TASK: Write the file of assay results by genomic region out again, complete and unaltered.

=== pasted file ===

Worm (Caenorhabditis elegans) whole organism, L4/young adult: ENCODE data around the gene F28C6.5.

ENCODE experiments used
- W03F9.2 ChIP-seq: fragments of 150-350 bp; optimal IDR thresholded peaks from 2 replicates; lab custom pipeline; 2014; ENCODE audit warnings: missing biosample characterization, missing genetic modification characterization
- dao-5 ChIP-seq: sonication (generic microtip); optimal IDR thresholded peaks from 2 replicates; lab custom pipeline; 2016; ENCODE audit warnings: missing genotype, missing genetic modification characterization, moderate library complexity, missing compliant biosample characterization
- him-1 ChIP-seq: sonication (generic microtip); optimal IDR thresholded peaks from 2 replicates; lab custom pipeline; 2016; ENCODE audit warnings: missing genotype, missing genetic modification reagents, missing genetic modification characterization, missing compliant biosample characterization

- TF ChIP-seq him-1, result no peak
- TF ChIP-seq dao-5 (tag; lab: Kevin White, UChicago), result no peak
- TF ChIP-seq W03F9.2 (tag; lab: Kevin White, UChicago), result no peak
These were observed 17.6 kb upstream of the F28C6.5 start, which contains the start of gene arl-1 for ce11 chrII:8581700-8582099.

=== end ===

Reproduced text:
Worm (Caenorhabditis elegans) whole organism, L4/young adult: ENCODE data around the gene F28C6.5.

ENCODE experiments used
- W03F9.2 ChIP-seq: fragments of 150-350 bp; optimal IDR thresholded peaks from 2 replicates; lab custom pipeline; 2014; ENCODE audit warnings: missing biosample characterization, missing genetic modification characterization
- dao-5 ChIP-seq: sonication (generic microtip); optimal IDR thresholded peaks from 2 replicates; lab custom pipeline; 2016; ENCODE audit warnings: missing genotype, missing genetic modification characterization, moderate library complexity, missing compliant biosample characterization
- him-1 ChIP-seq: sonication (generic microtip); optimal IDR thresholded peaks from 2 replicates; lab custom pipeline; 2016; ENCODE audit warnings: missing genotype, missing genetic modification reagents, missing genetic modification characterization, missing compliant biosample characterization

- TF ChIP-seq him-1, result no peak
- TF ChIP-seq dao-5 (tag; lab: Kevin White, UChicago), result no peak
- TF ChIP-seq W03F9.2 (tag; lab: Kevin White, UChicago), result no peak
These were observed 17.6 kb upstream of the F28C6.5 start, which contains the start of gene arl-1 for ce11 chrII:8581700-8582099.